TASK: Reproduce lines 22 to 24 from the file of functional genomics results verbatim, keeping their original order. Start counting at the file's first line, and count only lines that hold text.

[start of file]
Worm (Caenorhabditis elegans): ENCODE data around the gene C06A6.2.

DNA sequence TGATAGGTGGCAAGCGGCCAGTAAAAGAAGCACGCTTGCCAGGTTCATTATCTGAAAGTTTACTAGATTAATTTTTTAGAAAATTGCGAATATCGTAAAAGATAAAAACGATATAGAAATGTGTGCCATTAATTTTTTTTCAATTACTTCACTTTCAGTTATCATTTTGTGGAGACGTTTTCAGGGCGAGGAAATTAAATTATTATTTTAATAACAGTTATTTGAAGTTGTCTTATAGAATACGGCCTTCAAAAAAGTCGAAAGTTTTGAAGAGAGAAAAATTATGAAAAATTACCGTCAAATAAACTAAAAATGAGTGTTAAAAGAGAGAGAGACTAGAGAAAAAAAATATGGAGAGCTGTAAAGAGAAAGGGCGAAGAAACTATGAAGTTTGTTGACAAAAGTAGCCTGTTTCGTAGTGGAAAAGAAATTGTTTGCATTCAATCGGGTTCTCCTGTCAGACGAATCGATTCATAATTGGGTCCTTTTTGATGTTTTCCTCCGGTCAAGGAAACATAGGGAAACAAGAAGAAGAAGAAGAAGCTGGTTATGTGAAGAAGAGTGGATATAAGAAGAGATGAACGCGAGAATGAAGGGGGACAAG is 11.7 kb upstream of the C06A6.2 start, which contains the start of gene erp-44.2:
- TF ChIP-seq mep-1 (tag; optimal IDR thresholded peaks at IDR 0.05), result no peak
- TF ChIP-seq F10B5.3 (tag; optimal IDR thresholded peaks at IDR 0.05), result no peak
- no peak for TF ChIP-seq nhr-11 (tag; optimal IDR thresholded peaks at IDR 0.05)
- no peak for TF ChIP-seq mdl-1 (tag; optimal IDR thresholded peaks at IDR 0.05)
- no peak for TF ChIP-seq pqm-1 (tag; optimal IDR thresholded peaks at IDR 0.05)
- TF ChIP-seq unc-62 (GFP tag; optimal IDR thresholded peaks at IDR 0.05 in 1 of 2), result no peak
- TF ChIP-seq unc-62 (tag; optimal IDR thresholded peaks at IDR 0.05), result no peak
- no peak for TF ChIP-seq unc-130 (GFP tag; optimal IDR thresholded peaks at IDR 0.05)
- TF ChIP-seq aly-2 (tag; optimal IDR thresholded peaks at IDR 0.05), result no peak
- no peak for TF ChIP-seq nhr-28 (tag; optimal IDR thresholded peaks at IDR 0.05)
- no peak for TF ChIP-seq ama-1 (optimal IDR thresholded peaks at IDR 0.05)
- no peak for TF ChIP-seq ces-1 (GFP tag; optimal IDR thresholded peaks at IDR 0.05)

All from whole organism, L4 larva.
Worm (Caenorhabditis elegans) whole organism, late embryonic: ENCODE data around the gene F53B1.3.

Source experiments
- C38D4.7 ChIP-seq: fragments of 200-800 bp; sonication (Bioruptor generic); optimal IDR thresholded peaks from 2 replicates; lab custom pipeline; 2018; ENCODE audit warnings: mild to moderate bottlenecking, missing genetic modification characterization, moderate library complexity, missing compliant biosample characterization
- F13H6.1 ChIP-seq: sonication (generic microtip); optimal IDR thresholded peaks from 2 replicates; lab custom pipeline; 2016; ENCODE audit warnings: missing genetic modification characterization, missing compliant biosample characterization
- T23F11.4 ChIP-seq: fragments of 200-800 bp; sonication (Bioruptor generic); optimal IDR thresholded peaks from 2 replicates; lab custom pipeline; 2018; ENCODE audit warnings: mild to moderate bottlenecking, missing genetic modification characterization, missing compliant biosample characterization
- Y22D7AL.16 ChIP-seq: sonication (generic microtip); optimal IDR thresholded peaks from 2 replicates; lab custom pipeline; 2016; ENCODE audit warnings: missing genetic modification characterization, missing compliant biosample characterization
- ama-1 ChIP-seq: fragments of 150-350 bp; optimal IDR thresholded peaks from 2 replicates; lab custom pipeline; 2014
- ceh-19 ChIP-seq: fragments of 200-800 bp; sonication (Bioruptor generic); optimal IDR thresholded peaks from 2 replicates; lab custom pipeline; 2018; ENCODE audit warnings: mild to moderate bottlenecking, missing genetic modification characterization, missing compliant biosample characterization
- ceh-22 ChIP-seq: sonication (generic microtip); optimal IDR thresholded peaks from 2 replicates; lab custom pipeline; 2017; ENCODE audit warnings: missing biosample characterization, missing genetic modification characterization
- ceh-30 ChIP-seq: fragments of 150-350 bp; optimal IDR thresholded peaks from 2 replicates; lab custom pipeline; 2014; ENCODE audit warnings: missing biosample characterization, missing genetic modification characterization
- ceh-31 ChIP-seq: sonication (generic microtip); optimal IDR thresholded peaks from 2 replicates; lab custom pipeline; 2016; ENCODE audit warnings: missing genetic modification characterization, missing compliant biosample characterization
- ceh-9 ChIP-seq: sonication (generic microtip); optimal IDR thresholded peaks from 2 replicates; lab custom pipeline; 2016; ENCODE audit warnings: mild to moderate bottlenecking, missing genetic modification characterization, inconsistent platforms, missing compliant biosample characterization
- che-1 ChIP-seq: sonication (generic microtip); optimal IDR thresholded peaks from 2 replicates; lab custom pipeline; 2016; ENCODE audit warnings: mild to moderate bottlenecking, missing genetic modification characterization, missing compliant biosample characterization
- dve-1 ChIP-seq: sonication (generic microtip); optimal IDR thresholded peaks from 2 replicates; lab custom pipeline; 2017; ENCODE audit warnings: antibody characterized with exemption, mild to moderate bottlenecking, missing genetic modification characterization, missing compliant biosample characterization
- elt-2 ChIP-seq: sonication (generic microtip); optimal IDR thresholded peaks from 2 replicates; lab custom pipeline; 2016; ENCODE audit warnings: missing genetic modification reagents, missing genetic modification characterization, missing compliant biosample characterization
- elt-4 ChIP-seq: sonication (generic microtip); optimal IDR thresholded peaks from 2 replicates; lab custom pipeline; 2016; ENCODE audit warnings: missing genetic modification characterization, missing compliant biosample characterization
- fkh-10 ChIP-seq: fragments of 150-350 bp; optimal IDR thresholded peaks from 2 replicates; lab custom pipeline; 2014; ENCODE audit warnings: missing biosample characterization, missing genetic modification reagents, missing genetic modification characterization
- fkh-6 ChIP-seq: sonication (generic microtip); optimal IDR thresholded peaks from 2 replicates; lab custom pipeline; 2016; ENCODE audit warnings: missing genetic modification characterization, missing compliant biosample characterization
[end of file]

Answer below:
- ama-1 ChIP-seq: fragments of 150-350 bp; optimal IDR thresholded peaks from 2 replicates; lab custom pipeline; 2014
- ceh-19 ChIP-seq: fragments of 200-800 bp; sonication (Bioruptor generic); optimal IDR thresholded peaks from 2 replicates; lab custom pipeline; 2018; ENCODE audit warnings: mild to moderate bottlenecking, missing genetic modification characterization, missing compliant biosample characterization
- ceh-22 ChIP-seq: sonication (generic microtip); optimal IDR thresholded peaks from 2 replicates; lab custom pipeline; 2017; ENCODE audit warnings: missing biosample characterization, missing genetic modification characterization